Speaking of cords and small rugs, the Roomba 650 does a great job of negotiating all of these things.
For the disturbance, I’d opine that it isn’t as noisy as a regular vacuum but you would not want to sit in the room or receive calls while it’s working.
Keep in mind however that while the main brush of the Roomba 650 robot vacuum is strong, it’s still not enough to keep hair from building up on it once a week. This can quickly increase maintenance work. Thankfully a tool meant for this issue comes with the product, making this a quick and easy fix. Just ensure to check the brush so the hair issue does not get out of hand.
If the noise of the Roomba 650 robot vacuum ever bothers you, it comes with a scheduling feature. That way you get to plan to run it when you’re not home.
For the catch bin which has been repeatedly pointed out to be relatively small causing one to manually (and maybe frequently?) empty it (Roomba i7+ is the robot vacuum that can automatically self-empty its canister should that be what you’re looking for), if you run it regularly, and empty it daily, it will not fill up. This is perhaps why you want to follow a cleaning plan and not leave dust and dirt particles to settle and accumulate.
I’d mention that the Roomba 650 robot vacuum suffices if you’re buying it to deal with dog hair on our wood floors. Ditto if you’re allergic to pets fur or maybe have back problem or similar conditions so that you are unable to haul out your big, bulky Dyson or Shark. Needless to mention that the Roomba 650 is great for these purposes.
iRobot Roomba 652 Robot Vacuum
Wood floors often require less suction, therefore, most robovacs will perform at worst averagely on them.
The problem, however, arises if just any random robot vacuum tries to attempt, say, an area or throw rug. Even so, there are robot vacuums that find it really challenging crossing thresholds of a few inches. Regardless of whether it’s the first or second case scenario, the fact remains that not much cleaning will be done but even at that, you may still have to haul out a Shark or Dyson to physically tackle those animal hairs and dust bunnies.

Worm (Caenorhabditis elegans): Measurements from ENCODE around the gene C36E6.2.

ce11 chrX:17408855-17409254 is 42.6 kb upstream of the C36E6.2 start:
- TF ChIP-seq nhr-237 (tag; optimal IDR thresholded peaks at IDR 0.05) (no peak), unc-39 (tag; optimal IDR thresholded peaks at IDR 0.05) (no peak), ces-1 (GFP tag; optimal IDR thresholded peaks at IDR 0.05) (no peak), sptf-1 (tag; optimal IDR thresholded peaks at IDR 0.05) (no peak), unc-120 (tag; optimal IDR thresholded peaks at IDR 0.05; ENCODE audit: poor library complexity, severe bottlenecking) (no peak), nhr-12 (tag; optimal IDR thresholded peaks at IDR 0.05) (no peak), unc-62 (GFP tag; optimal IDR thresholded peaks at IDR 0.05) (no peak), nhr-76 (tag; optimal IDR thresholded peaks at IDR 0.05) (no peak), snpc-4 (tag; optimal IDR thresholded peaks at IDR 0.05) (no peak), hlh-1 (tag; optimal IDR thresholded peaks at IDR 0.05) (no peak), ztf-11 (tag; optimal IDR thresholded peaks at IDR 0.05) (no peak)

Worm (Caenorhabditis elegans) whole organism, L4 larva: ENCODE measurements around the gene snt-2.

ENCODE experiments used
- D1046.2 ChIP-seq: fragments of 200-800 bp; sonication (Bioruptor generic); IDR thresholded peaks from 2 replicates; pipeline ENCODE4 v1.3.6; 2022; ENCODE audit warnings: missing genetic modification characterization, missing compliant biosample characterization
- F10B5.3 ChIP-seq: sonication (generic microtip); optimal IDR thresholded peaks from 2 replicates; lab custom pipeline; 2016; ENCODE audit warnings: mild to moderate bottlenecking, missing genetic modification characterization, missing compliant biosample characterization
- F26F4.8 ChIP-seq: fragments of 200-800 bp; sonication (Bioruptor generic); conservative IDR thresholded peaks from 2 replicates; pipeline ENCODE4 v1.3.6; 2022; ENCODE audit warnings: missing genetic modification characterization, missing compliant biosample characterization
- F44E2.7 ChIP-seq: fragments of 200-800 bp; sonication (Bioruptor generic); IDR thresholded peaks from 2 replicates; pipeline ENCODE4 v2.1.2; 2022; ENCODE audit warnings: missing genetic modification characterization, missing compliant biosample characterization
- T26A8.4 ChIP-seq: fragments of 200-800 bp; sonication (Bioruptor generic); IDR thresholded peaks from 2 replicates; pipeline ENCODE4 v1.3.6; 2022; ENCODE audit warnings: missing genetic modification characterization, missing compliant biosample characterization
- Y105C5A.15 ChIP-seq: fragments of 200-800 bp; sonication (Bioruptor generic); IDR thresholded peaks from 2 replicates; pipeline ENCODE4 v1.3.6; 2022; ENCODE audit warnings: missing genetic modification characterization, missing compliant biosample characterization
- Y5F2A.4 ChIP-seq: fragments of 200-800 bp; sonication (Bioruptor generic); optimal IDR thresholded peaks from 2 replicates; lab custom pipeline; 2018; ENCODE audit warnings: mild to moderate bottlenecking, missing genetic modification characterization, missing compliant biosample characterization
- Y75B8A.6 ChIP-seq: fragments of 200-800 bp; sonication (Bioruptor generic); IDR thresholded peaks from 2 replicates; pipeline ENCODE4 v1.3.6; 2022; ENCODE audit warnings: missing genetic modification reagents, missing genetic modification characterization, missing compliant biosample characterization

But did I hear you say you’ve got allergies or even back pain? You should consider the Roomba 652 robot vacuum.
Just so you know the Roomba 652 robot vacuum has a reputation for autonomously cleaning an entire floor while reaching those places where neither you nor your big vacuum can reach. Additionally, the Roomba 652 goes over tiled areas, thick rugs, and shag carpets almost effortlessly. Roomba 652 also climb thresholds like a champ, plus it detects stairs so it doesn’t tumble to its death.
At first you may be surprised by the random pattern the Roomba 652 robot vacuum takes, but for the most part, it wouldn’t miss as much dirt particles since it repeats its path.
Then again the Roomba 652 robot vacuum works for about an hour at a stretch. Before it dies, it will head over to its charging base. When fully charged, the Roomba will return to where it left off.
It’s worth mentioning that the Roomba 652 robot vacuum is very persistent. Meaning, occasionally you might come home to find your Roomba stuck somewhere, could be under the front of a dresser or something. I’d place something in front of the area–may be one of the dogs larger toys. If however your Roomba gets lost or runs out of battery power, while there’s no beep sound or anything similar to alert you about its whereabouts (the DEEBOT n79s has this feature though), the Roomba 652 is easy to find.
More so if you’re concerned with noise from the Roomba, you could have it running in a room or a different floor while you’re gone or busy with something else.
If you’d rather prefer a device with a remote (the ICOCO robot vacuum has a remote function) because, you know, that feeling–I mean how frustrating it can be to see your Roomba miss something on the floor and you have to go right by it over and over.